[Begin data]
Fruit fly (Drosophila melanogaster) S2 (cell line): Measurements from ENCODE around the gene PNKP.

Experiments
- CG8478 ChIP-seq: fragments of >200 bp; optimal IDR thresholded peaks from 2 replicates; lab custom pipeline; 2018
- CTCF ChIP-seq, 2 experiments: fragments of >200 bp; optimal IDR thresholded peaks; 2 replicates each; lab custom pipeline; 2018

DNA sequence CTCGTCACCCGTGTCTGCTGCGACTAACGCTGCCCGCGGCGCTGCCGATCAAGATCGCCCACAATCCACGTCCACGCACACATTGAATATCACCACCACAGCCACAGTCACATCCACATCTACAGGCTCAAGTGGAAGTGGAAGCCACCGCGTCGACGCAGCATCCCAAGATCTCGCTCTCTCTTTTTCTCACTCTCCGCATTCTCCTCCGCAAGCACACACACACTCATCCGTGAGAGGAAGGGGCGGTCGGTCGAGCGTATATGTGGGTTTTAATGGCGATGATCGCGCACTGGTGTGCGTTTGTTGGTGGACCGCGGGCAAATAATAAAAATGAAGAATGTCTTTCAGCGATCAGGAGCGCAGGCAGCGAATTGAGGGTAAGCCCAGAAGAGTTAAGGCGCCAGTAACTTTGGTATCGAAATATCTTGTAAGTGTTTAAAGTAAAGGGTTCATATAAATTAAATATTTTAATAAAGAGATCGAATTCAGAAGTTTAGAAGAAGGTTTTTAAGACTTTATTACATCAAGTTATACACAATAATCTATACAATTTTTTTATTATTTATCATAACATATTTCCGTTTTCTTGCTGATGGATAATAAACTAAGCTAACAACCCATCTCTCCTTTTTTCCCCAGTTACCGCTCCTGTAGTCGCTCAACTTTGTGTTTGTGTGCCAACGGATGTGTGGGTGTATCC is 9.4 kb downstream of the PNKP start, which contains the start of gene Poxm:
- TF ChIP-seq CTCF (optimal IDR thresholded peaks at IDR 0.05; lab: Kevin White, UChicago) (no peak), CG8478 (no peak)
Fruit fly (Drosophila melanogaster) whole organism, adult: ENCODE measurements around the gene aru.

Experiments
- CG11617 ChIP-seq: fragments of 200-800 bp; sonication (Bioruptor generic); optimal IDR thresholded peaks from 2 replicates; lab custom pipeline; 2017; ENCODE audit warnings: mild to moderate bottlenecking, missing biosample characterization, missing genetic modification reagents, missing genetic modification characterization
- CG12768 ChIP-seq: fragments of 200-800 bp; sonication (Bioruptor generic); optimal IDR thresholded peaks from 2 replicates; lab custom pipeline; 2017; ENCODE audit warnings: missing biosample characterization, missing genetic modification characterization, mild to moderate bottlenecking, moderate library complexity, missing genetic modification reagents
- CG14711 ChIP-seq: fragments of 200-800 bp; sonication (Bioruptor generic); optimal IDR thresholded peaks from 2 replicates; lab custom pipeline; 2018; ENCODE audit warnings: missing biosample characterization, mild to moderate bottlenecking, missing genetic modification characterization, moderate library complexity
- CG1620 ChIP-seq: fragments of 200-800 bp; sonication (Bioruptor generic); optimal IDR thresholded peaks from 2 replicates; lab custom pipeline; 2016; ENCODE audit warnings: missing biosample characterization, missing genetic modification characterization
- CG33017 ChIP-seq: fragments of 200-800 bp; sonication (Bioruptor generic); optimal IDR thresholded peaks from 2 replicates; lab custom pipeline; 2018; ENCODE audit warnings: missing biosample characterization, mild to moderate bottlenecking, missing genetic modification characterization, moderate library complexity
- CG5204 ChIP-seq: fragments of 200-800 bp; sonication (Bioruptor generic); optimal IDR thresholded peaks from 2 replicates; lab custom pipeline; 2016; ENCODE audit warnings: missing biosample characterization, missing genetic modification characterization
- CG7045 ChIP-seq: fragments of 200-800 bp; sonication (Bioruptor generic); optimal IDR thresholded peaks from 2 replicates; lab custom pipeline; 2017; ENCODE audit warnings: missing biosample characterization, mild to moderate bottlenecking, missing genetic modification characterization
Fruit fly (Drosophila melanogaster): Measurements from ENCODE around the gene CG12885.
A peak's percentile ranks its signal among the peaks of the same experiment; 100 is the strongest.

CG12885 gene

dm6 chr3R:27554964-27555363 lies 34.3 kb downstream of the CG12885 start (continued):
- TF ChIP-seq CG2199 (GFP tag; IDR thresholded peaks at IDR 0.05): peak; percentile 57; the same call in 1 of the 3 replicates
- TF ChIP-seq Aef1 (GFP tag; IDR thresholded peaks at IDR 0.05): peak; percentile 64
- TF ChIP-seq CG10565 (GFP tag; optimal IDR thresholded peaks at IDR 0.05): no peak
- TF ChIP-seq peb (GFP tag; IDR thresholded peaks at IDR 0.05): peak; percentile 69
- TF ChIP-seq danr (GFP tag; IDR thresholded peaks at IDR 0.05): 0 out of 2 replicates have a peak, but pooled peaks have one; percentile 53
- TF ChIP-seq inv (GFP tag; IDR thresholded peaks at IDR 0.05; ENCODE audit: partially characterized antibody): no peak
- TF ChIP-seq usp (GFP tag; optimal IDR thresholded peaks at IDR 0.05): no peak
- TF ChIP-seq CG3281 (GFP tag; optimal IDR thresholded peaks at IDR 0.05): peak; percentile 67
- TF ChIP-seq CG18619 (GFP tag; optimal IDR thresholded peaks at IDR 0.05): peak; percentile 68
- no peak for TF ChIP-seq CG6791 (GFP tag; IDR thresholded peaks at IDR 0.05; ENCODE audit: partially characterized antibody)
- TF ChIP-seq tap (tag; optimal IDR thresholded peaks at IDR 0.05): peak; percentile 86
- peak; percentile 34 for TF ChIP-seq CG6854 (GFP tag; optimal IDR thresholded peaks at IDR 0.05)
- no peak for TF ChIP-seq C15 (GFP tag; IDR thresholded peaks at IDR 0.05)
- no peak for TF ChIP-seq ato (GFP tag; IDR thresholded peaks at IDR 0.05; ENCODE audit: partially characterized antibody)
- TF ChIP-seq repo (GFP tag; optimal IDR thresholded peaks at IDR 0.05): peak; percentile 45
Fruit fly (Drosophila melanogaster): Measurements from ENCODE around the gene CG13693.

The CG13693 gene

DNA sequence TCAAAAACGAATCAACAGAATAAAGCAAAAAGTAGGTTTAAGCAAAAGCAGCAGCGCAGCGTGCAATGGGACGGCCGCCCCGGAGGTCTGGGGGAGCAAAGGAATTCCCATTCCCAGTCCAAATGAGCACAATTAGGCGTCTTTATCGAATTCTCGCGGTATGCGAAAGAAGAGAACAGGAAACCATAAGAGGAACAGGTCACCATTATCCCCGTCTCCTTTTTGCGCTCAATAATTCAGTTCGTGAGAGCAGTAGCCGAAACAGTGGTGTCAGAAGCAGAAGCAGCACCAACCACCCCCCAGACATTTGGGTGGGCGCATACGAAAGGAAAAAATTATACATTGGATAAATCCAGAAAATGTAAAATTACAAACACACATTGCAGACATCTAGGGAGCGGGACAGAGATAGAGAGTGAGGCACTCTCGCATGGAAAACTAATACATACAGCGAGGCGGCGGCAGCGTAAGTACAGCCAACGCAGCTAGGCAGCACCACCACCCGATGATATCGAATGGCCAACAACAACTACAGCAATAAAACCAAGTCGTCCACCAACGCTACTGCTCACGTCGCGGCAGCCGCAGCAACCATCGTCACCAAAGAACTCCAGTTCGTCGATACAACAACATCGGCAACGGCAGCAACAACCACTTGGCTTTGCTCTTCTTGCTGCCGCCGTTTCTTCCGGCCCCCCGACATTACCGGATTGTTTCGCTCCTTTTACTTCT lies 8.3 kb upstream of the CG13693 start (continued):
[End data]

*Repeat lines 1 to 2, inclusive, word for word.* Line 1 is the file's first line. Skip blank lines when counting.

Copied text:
Fruit fly (Drosophila melanogaster) S2 (cell line): Measurements from ENCODE around the gene PNKP.

Experiments